How we teach medical writing and health communications

I have been working as a medical writer and teaching medical writing for close to two decades after I had left the University of Pennsylvania after 18 wonderful years. My lab work from when I started my honors year in Biochemistry (my degree says “honours”) was looking at how proteins in our bodies enable us to handle gases: both the nutrient gas oxygen and the waste gas carbon dioxide. This work took me from Australia to North America, Europe, the Caribbean and back to the UK, which I had left on a boat for New Zealand when I was 6, in 1957.

I was not trained in how to write scientific papers; I was expected to acquire the skill by osmosis, and I am now amazed any of my manuscripts were published. I would have published many more manuscripts and organized my experiments better, if I had been taught what I now know.

How did I learn? I increased my fiction output and created a publishing company, Emerald Pademelon Press, with the goal of publishing the fiction I started writing when I was 26, when I finished my PhD. I enrolled in art classes, so I could learn to see, I spent 3 years reading every grammar book I could find, and reading well-known authors whose books were in their 15th or 50th, reprinting, and started an online journal. This was 20 years ago, and its focus was carbon dioxide.

Yes, that is me on PubMed, SJ Dodgson or S Dodgson, except for one paper, the first published on topiramate, when the first author made my name erroneously SP Dodgson.

The most important thing I have learned from all my training is that I must never stop reading, never stop learning, never stop listening. Every day I read publications from the medical literature, watch videos made by physicians and health professionals about diseases and therapies, biochemistry, physiology. Teaching is dynamic, if I am not constantly learning, and excited about learning, how can I expect you to be?

I knew that any data must not be fabricated, that any data I publish must be reproducible because if they are interesting or important, other labs will try to reproduce them and lifestyle choices, therapies, drugs could be based on my data. That did happen with my data on topiramate, which went on to become the number 2 drug of the pharmaceutical manufacturer Johnson&Johnson. Wow.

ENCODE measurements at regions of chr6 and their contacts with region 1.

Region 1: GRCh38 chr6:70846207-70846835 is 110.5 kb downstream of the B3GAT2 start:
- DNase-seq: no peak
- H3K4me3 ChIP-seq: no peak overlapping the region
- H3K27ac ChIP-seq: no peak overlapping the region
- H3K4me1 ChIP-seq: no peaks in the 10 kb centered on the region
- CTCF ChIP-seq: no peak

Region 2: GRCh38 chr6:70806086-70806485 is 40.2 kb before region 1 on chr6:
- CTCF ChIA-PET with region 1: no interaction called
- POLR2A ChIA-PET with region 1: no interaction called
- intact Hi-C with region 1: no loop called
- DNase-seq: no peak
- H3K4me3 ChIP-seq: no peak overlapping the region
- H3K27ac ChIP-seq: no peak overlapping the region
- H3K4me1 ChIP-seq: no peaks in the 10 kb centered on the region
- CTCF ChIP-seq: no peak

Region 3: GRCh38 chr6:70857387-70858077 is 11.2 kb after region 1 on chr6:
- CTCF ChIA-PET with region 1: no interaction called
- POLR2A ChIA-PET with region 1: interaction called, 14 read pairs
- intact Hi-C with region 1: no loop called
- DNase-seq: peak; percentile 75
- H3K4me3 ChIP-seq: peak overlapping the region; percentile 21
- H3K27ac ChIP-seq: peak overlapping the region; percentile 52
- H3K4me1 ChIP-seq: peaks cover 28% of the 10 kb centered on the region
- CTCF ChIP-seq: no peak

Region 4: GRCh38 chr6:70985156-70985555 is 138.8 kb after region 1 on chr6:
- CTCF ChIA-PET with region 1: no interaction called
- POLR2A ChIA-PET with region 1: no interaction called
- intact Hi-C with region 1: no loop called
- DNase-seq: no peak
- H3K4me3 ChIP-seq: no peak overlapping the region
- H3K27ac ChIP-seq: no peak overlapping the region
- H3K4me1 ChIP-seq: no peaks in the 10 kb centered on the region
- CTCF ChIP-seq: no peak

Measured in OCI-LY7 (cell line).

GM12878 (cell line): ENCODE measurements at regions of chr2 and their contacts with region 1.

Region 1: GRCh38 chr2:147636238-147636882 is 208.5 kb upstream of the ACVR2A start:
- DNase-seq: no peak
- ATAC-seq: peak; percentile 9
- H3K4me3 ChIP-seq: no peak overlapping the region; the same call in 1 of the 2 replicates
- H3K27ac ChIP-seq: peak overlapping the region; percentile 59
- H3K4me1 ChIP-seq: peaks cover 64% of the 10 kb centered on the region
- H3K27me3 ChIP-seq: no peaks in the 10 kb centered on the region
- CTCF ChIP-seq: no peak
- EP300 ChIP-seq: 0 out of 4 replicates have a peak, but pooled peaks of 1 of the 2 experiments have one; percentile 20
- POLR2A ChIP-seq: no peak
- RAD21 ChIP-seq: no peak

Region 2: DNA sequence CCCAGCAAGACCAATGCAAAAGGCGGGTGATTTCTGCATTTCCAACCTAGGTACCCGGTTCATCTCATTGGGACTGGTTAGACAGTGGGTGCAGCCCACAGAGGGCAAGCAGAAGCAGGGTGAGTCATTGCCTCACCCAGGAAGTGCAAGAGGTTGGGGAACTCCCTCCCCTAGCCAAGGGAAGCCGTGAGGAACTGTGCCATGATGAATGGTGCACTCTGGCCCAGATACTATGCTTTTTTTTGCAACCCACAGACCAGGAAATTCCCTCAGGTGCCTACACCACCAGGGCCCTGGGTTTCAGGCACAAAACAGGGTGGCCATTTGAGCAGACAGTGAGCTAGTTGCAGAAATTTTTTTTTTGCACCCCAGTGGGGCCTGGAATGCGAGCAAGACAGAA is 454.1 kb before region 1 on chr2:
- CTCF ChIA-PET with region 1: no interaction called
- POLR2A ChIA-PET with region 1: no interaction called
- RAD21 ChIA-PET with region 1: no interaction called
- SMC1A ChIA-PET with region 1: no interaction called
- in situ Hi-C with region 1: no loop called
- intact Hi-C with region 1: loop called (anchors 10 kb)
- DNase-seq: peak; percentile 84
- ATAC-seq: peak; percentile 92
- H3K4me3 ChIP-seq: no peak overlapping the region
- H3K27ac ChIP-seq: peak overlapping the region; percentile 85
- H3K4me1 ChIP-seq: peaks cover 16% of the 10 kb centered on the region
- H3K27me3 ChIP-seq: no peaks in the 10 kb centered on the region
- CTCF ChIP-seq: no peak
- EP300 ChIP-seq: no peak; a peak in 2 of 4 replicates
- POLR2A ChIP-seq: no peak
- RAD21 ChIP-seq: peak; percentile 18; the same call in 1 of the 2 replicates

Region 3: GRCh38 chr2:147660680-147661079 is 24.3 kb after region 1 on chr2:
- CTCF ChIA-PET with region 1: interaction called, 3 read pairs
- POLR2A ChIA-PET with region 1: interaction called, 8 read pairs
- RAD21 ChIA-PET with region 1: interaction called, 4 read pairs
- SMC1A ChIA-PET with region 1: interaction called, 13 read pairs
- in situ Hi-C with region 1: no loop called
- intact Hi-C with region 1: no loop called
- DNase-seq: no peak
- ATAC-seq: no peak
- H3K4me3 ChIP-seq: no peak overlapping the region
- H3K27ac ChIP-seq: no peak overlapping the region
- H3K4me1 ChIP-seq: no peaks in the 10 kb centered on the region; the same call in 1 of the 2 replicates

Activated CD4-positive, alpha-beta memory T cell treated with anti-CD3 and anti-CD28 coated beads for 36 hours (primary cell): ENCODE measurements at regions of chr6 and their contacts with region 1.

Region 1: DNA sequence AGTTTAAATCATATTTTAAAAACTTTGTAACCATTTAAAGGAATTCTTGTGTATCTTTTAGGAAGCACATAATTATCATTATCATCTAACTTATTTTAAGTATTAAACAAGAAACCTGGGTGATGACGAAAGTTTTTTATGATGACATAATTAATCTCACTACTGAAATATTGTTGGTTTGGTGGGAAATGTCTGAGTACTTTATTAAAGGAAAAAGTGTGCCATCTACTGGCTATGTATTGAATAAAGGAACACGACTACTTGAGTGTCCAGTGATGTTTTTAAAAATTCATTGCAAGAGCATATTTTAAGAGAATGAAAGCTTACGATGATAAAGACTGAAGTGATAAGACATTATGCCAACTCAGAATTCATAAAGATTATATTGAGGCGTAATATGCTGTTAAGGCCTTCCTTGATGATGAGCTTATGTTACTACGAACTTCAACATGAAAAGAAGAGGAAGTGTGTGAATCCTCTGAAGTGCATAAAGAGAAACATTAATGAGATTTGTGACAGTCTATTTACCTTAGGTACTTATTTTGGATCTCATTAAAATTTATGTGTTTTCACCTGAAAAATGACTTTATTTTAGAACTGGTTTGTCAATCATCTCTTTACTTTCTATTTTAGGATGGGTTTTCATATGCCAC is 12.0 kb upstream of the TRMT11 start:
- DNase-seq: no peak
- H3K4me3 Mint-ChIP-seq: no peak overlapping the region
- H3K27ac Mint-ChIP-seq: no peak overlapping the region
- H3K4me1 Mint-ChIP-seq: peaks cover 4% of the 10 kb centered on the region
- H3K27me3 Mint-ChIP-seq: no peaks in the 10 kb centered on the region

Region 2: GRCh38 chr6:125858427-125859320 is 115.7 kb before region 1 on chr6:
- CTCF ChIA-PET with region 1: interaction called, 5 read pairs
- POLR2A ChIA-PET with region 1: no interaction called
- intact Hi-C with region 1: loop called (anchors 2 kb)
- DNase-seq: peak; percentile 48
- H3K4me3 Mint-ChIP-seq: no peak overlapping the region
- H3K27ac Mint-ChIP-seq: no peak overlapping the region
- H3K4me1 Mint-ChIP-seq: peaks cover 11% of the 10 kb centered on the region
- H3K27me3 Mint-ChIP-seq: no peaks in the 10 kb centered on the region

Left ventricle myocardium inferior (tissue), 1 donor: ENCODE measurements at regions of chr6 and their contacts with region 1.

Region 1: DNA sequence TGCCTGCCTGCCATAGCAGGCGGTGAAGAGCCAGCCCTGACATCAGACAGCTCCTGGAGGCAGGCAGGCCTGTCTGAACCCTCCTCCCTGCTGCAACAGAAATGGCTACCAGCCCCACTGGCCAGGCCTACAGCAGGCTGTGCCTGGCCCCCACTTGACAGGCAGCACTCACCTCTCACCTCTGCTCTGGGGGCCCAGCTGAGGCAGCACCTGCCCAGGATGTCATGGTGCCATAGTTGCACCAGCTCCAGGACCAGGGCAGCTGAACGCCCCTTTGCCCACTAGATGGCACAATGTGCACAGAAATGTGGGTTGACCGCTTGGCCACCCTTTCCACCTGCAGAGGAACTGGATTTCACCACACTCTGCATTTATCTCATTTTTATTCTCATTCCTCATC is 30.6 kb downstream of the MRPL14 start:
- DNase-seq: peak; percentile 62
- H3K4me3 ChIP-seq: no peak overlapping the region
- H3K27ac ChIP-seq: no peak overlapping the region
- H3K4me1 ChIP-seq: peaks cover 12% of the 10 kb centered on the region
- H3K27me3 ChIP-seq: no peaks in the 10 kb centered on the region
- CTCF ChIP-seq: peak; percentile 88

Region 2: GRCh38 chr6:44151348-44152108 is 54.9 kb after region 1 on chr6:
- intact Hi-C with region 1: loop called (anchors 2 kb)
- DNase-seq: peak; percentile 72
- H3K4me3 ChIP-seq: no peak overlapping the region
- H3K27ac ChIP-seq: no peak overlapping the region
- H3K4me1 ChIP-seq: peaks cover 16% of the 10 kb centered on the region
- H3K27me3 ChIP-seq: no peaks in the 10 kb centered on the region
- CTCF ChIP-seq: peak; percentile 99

The Medical Writing Institute is offering courses on medical writing to teach anyone interested how to handle health data. Where to find it, how to interpret it, how to report it for each targeted audience. This could lead to jobs in health industries or in health communication; part of these courses included helping find career paths that fit with skills, aptitude, and interest.

The Medical Writing Institute offers an online intensive course. The online course includes weekly, or daily (your choice) seminars and chats about your portfolio, your resume, what jobs and contracts you are applying for, setting up your business, databases, statistical analysis, document architecture, online presence.

When you contact the director and have an initial free chat, you will have the option of enrolling in the Medical Writing Institute seminar on medical writing, which is a one-hour chat discussing career options, goals and education opportunities. If you later enroll in the Medical Writing Institute, your course fee is reduced by the cost of the seminar and you will have access to all training materials, to seminars and when all requirements are completed, a beautiful certificate of medical writing.

How we teach medical writing. SJ Dodgson MJoTA 2016 v10n2p1228

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The Medical Writing Institute is a boutique school for training health and life science professionals in the art of medical writing and editing. The Institute invites professionals whose need help with their manuscripts, presentations and documents to hire our certified medical writers. The director, Dr Susanna J Dodgson, has been teaching medical writing since 2004, and life sciences since the 1970s, and really wants health science information to be properly presented. Because inaccurate health information kills.